The Oodua Peoples Congress (OPC) is a Yoruba nationalist organization in Nigeria. The Yoruba people, who live in the southwestern and some North central parts of Nigeria, and in neighbouring countries such as Benin, are a large ethno-linguistic group; the majority of them speak the Yoruba language (ede Yorùbá). It is also known as the Oodua Liberation Movement (OLM) or the Revolutionary Council of Nigeria'"O'odua Peoples Congress (OPC)", globalsecurity.org, 16 February 2003

History

The Oodua Peoples Congress was formed by a group of Yoruba elites and artisans which included Dr.Fredrick Fasehun (its first national leader), Aare Gani Adams (15th Aare Ona Kakanfo of Yoruba land), Ibrahim Atanda, Idowu Abobanawo, Mrs.Adebowale (Maman Ijebu), Olumide Adeniji, Tony Ugurube of Ijaw, South-South extraction, Senator Opeyemi Bamidele, Hon. Kayode Oladele, Baba Oluwide Omojola, Baba Taiwo, Baba Oja, Adesokan Oloyede, Bola Aidi, Comerade Olubunmi Olusona, Silas Alani, and Wole Adebayo respectively among others.[1]

They decided to form an organization to actualize the annulled mandate of Chief Moshood Kashimawo Olawale Abiola, a Yoruba who most people believed to be on his way to winning the presidential election of 12 June 1993, which was subsequently annulled by the military government before vote tallying was complete.[2]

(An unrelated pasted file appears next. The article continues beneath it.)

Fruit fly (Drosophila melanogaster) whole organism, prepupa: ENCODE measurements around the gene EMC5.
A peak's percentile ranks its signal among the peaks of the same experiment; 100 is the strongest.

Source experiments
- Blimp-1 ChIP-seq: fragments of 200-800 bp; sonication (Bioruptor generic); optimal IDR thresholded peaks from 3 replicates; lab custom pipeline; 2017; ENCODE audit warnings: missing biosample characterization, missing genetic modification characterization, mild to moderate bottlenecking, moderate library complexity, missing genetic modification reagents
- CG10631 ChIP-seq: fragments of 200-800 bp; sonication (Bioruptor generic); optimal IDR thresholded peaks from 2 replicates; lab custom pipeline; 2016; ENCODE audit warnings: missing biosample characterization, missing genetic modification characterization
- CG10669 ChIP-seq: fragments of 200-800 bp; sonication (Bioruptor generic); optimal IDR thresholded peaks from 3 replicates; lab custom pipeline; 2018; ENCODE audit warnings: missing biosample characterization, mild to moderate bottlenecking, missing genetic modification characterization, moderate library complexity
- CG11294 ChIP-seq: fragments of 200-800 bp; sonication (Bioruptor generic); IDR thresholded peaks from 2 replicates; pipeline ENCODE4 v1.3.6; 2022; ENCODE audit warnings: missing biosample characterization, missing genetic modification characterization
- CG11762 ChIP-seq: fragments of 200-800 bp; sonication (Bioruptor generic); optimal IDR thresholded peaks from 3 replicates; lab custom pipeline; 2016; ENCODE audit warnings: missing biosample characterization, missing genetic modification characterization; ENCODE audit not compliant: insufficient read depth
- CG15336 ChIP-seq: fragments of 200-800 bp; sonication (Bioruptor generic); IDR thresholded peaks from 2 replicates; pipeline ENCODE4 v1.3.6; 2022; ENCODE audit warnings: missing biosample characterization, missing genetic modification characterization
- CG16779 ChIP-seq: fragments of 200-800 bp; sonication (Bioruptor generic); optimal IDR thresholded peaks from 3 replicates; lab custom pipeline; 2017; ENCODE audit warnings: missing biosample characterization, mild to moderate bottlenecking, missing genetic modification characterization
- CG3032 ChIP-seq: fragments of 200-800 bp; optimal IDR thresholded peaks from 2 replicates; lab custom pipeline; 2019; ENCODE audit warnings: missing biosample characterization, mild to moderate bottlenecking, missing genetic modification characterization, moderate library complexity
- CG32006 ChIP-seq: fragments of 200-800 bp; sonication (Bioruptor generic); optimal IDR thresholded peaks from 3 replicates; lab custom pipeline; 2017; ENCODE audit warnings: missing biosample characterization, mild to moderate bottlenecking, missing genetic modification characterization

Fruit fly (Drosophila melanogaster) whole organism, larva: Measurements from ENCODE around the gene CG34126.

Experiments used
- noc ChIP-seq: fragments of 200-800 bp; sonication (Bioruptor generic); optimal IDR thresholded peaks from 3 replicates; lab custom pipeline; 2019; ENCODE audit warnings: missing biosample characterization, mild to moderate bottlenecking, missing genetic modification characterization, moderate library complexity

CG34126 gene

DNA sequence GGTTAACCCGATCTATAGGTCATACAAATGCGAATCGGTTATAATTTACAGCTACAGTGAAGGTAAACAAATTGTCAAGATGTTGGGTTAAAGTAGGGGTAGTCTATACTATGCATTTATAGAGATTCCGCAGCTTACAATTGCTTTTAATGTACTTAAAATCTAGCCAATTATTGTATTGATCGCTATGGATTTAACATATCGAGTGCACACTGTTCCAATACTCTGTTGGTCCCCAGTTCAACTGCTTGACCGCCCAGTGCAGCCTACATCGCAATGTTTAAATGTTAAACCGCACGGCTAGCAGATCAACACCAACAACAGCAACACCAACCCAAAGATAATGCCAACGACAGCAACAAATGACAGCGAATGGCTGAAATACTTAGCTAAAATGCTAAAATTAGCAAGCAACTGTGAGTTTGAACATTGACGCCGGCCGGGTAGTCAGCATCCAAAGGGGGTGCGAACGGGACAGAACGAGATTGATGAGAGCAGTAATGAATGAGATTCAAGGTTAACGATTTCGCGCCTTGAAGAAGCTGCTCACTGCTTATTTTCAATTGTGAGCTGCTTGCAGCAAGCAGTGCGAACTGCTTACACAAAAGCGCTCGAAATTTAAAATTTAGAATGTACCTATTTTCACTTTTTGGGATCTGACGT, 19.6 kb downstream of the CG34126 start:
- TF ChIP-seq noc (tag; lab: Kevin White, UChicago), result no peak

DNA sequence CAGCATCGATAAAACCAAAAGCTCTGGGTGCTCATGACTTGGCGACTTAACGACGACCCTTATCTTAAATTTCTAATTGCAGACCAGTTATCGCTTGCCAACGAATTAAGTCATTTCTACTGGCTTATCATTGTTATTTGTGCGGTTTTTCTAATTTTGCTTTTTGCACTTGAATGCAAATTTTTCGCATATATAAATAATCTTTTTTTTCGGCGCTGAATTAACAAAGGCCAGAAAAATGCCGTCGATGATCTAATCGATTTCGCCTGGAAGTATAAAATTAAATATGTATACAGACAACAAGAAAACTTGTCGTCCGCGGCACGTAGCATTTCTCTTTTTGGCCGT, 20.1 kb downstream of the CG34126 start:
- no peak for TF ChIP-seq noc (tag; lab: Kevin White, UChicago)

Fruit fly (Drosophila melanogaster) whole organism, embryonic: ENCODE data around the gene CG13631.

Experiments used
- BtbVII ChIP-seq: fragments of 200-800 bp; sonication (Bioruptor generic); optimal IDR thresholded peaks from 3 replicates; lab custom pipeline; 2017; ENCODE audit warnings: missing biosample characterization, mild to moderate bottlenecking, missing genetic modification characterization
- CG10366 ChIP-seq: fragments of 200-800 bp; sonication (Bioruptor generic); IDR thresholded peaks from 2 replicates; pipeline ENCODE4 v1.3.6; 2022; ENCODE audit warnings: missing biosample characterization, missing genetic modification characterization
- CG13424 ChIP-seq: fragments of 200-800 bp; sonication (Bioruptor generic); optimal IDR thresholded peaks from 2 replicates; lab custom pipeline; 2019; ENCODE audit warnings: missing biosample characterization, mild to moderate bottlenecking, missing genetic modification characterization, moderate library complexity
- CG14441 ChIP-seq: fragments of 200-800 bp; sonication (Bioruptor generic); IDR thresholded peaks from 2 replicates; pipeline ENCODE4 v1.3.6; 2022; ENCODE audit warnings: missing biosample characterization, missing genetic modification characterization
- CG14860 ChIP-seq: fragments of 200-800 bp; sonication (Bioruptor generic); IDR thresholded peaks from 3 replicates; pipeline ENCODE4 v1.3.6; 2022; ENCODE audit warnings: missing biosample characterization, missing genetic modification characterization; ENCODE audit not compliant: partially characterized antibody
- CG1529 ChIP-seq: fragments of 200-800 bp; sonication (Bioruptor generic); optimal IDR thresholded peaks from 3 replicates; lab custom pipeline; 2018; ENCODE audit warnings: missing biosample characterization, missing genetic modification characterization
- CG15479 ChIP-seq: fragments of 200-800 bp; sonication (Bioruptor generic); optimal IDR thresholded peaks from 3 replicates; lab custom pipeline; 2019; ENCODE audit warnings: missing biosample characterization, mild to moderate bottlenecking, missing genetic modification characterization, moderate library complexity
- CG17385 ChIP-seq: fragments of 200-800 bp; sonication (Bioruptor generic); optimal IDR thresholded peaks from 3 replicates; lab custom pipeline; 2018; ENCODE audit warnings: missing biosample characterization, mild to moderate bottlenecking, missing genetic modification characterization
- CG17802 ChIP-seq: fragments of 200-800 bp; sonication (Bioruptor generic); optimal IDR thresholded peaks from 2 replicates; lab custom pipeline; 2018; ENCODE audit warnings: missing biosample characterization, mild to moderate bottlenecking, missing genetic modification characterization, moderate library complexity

Although the founding president of the OPC was Frederick Fasehun,[citation needed] in 1999 a faction led by Gani Adams broke off from the main organization, but continued usage of the main party's name. Until his death in 2018, Fasehun was widely held by the Yoruba to be the leader of the OPC. while he bestowed Ganiu Adams with the title of the National coordinator in other to bring the factions under one body while he Fredrick Fasehun remained the president and the founding father[citation needed] In December 1999, the newly formed Arewa People's Congress said it would begin full self-defence training for northern residents in reaction to attacks on Hausas by the OPC. After Fasehun's death, Oodua People's Congress the factions continued and the Fasheun faction elected a new leader, Prince Oshibote. This was in line with Fasehun's wishes before he died.[3]

See also

References

  1. ^ "Frederick Isiotan Fasehun at 77, Articles | THISDAY LIVE". web.archive.org. 18 April 2015. Retrieved 15 September 2020.
  2. ^ Noble, Kenneth B. (24 June 1993). "Nigerian Military Rulers Annul Elections". The New York Times. Retrieved 25 December 2019.
  3. ^ "IRIN-WA Update 618 [19991218]". UN Office for the Coordination of Humanitarian Affairs Integrated Regional Information Network. 18 December 1999. Retrieved 2 April 2010.